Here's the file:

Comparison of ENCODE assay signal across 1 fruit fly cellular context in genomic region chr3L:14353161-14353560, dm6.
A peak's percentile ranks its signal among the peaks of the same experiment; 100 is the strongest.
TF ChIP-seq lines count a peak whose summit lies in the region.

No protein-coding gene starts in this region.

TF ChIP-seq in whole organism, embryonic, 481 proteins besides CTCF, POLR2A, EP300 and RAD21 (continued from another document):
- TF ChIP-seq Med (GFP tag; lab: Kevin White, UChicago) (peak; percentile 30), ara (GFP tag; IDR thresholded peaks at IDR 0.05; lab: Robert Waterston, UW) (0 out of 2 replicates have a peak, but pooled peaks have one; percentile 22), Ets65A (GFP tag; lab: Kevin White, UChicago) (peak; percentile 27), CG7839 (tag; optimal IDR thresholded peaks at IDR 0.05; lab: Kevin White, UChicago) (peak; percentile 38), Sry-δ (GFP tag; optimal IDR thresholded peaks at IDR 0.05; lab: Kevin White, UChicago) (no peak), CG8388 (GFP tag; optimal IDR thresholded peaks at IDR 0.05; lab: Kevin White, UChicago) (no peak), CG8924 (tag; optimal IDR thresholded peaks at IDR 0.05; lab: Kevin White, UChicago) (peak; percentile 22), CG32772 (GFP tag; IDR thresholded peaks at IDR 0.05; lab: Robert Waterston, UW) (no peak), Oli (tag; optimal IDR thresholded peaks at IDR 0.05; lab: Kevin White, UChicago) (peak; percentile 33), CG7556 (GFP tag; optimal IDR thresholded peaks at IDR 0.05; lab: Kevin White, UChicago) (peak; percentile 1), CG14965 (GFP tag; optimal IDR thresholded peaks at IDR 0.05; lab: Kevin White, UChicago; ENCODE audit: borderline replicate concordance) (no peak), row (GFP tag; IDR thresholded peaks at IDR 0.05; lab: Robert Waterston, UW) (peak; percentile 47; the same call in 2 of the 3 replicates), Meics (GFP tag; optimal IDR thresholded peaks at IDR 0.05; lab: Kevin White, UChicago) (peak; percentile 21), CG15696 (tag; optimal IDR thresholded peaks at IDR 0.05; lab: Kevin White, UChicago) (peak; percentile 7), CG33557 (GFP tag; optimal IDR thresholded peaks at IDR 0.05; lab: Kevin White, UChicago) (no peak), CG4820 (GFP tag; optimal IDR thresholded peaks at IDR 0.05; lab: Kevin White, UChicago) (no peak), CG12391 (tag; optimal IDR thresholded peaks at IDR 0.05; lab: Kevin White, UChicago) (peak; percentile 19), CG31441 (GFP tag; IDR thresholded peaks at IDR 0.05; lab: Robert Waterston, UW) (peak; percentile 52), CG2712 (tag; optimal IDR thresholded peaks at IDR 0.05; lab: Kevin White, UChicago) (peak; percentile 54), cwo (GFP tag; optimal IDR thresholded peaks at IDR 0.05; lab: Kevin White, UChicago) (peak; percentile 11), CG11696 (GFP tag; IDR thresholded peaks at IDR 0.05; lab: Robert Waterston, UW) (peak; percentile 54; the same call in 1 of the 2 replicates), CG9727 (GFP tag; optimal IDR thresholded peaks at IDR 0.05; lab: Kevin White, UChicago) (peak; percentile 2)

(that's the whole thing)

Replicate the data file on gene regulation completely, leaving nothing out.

Comparison of ENCODE assay signal across 1 fruit fly cellular context in genomic region chr3L:14353161-14353560, dm6.
A peak's percentile ranks its signal among the peaks of the same experiment; 100 is the strongest.
TF ChIP-seq lines count a peak whose summit lies in the region.

No protein-coding gene starts in this region.

TF ChIP-seq in whole organism, embryonic, 481 proteins besides CTCF, POLR2A, EP300 and RAD21 (continued from another document):
- TF ChIP-seq Med (GFP tag; lab: Kevin White, UChicago) (peak; percentile 30), ara (GFP tag; IDR thresholded peaks at IDR 0.05; lab: Robert Waterston, UW) (0 out of 2 replicates have a peak, but pooled peaks have one; percentile 22), Ets65A (GFP tag; lab: Kevin White, UChicago) (peak; percentile 27), CG7839 (tag; optimal IDR thresholded peaks at IDR 0.05; lab: Kevin White, UChicago) (peak; percentile 38), Sry-δ (GFP tag; optimal IDR thresholded peaks at IDR 0.05; lab: Kevin White, UChicago) (no peak), CG8388 (GFP tag; optimal IDR thresholded peaks at IDR 0.05; lab: Kevin White, UChicago) (no peak), CG8924 (tag; optimal IDR thresholded peaks at IDR 0.05; lab: Kevin White, UChicago) (peak; percentile 22), CG32772 (GFP tag; IDR thresholded peaks at IDR 0.05; lab: Robert Waterston, UW) (no peak), Oli (tag; optimal IDR thresholded peaks at IDR 0.05; lab: Kevin White, UChicago) (peak; percentile 33), CG7556 (GFP tag; optimal IDR thresholded peaks at IDR 0.05; lab: Kevin White, UChicago) (peak; percentile 1), CG14965 (GFP tag; optimal IDR thresholded peaks at IDR 0.05; lab: Kevin White, UChicago; ENCODE audit: borderline replicate concordance) (no peak), row (GFP tag; IDR thresholded peaks at IDR 0.05; lab: Robert Waterston, UW) (peak; percentile 47; the same call in 2 of the 3 replicates), Meics (GFP tag; optimal IDR thresholded peaks at IDR 0.05; lab: Kevin White, UChicago) (peak; percentile 21), CG15696 (tag; optimal IDR thresholded peaks at IDR 0.05; lab: Kevin White, UChicago) (peak; percentile 7), CG33557 (GFP tag; optimal IDR thresholded peaks at IDR 0.05; lab: Kevin White, UChicago) (no peak), CG4820 (GFP tag; optimal IDR thresholded peaks at IDR 0.05; lab: Kevin White, UChicago) (no peak), CG12391 (tag; optimal IDR thresholded peaks at IDR 0.05; lab: Kevin White, UChicago) (peak; percentile 19), CG31441 (GFP tag; IDR thresholded peaks at IDR 0.05; lab: Robert Waterston, UW) (peak; percentile 52), CG2712 (tag; optimal IDR thresholded peaks at IDR 0.05; lab: Kevin White, UChicago) (peak; percentile 54), cwo (GFP tag; optimal IDR thresholded peaks at IDR 0.05; lab: Kevin White, UChicago) (peak; percentile 11), CG11696 (GFP tag; IDR thresholded peaks at IDR 0.05; lab: Robert Waterston, UW) (peak; percentile 54; the same call in 1 of the 2 replicates), CG9727 (GFP tag; optimal IDR thresholded peaks at IDR 0.05; lab: Kevin White, UChicago) (peak; percentile 2)